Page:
Unperfect is not necessarily an easy or fun read. However, it is touching and engaging. I think it will strike a chord with many readers. 

Early Book Review: Awakened (Diablo Lake) by Lauren Dane

 Awakened is the third book in the Diablo Lake series by Lauren Dane. It is currently scheduled for release on October 26 2021. I have not read the previous books in this series. While I think this book can be enjoyed on its own, returning readers will get more out of it than newcomers. 

It’s autumn in Diablo Lake and the town is buzzing with preparations for Halloween, Samhain, Collins Hill Days, and the wedding of the newly elected mayor and her wolf shifter fiancĂ©. Ruby Thorne can’t think of a better time of year to come back for good and open the health clinic she’s been planning for the last six years. Her connection to the town and its veins of magic have snapped back into place, flooding her with a power eager to jump to her call. She has a sense of rightness. This witch is exactly where she’s supposed to be. So it’s not much of a surprise that he comes back into her path just like he was meant to. Damon Dooley has spent the last few years learning how to run the pack at his older brother’s right hand. There’s been upheaval. Outrage. Violence. Old rules have created a silence so crushing it’s collapsed the fabric of not just the wolf shifters, but the town as a whole. And yet, Ruby has returned. Man and wolf agree she needs to be in their life regularly, and before long, things move from serious to something magically deeper. Bound to one another heart and soul, both committed to what’s best for Diablo Lake, Ruby backs Damon as he pushes for much-needed change. But when something falls into Ruby’s lap and she learns the whole, terrible truth, secrets need to be spilled. How—and by whom—becomes the only question.

Awakened is a book with several subplots that fans of the series will be eager to see move forward. Even as a newcomer to the series I was interested in the community drama and how things were going to play out. I thought that there was a great deal of character and world building that was very well done. The families and how everyone was connected and had unique personalities was very well done. That being said, I felt like the relationship between Ruby and Damon was a little too easy. They had the previous knowledge of each other, but spent some time getting to know how they had each changed. They were very open and communicated well about what they needed or wanted from each other, and their commitments to their families and communities and the interruptions that might take place. The majority of tension came from outside, the politics and past that the werewolf pack was dealing with. There just was no will they/wont they or how are they going to come back from this moments to keep me invested in the couple. It just did not grab me and make me care about Ruby and Damon, who were just a little two perfect on their own and together.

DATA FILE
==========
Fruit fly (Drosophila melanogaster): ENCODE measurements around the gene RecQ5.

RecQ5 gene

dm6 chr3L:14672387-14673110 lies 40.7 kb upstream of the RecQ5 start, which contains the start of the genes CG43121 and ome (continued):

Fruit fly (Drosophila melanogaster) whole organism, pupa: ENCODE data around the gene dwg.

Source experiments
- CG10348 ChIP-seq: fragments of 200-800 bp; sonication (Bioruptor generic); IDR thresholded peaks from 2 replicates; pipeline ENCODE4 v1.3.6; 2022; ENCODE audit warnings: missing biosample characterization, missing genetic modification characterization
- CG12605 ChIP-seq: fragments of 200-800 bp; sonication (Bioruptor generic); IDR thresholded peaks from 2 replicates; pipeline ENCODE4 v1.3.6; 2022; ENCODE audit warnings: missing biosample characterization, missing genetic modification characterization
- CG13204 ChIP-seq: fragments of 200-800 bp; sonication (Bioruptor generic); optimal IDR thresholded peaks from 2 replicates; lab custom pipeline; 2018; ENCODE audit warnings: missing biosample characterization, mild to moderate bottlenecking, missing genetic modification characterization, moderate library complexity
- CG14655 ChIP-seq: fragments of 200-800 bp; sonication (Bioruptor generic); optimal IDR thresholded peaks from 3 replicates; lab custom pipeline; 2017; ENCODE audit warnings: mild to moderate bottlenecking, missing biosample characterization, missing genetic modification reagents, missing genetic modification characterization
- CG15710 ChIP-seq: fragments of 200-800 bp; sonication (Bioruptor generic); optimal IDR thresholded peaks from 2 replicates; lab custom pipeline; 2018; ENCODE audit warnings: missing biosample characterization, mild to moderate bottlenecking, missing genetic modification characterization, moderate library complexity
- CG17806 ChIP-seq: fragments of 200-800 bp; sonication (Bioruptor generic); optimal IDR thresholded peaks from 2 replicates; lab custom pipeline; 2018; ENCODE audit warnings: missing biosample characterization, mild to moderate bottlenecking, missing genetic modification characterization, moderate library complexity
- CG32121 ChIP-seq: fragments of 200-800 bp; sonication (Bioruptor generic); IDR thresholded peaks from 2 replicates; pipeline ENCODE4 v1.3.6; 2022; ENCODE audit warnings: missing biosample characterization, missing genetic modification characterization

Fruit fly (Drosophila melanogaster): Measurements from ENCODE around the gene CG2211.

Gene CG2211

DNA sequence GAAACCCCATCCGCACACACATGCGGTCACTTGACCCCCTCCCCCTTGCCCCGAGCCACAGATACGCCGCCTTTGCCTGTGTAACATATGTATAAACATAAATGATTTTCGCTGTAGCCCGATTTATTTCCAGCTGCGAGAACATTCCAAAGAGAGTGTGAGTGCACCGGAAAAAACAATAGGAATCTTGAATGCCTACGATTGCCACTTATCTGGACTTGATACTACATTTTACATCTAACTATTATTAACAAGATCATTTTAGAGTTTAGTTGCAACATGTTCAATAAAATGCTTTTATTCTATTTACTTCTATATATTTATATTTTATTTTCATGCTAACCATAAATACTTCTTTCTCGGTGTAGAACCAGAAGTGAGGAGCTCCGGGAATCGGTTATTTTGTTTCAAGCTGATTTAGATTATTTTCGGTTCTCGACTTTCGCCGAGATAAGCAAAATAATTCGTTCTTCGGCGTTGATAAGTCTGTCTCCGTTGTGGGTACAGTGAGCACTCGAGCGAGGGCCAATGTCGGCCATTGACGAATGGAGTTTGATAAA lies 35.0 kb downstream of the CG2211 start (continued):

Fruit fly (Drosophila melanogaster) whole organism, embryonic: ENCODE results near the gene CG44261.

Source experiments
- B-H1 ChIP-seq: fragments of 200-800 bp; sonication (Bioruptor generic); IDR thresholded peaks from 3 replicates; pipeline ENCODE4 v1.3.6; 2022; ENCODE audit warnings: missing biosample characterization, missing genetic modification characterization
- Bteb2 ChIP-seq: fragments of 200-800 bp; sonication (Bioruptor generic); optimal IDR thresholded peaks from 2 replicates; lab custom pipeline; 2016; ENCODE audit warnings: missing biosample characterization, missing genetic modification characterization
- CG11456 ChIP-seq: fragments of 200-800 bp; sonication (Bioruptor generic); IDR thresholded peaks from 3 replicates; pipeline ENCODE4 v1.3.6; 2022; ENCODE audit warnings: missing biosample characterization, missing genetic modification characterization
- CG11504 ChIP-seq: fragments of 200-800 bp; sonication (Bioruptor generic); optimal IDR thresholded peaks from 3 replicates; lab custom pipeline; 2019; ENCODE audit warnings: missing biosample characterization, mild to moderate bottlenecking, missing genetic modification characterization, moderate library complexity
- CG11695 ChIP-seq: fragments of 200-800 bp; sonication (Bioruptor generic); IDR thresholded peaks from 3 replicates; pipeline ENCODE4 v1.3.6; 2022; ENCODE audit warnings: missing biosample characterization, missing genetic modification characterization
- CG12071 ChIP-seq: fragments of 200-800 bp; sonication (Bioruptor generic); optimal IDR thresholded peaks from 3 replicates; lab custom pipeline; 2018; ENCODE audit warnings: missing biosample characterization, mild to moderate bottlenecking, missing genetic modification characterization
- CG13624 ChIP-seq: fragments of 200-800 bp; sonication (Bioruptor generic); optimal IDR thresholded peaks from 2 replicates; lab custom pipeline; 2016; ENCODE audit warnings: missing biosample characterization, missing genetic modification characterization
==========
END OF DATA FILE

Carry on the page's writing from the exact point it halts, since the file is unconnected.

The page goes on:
Awakened is a must read for fans oft he series and author, but it just did not capture my attention like past books from the author. 

Early Book Review: Bat's Moonlight Feast by Gordon McMillan, Carly Allen-Fletcher

Bat's Moonlight Feast is a nonfiction picturebook written by Gordon McMillan and illustrated by Carly Allen-Fletcher. It is currently scheduled for release on November 1 2021. The tube-lipped nectar bat is the pollinator of a pale, bell-shaped flower found in the Ecuadorian cloud forests. First discovered in 2005, the bat is the only known pollinator of a pale, bell shaped flower called Centropogon nigricans . Due to the length of the bloom, no other animal can reach the nectar which rests at the flower’s base. This is the story of one such bat and her nocturnal search for this rare flower whose nectar sustains her.

Bat's Moonlight Feast is an absolutely beautiful book. I thought the artwork was extremely well done and did a great job of showing the details of the subject matter. The backgrounds were just as beautiful as the work done on the bats and flowers. I looked through the images several times simply to enjoy them. I also thought the text was well done, and easy to understand without being dumbed down. I liked the additional text that gave more information on the newly discovered bat and what we have learned about it. I think young readers will love this book, and animal and nature enthusiasts of all ages will as well. 

Early Book Review: Cows Have No Top Teeth by Kelly Tills

Cows Have No Top Teeth by Kelly Tills is currently scheduled for release on November 2 2021. In this light-hearted book, learn just how much cows like to chew, even without top teeth. They graze all day, then rest, and chew some more. Enjoy hearing your child shout out the answers to silly questions like "Does a cow drink through a straw?" This call and response format is a time-tested method for keeping kids engaged and interacting, instead of just chewing on the pages.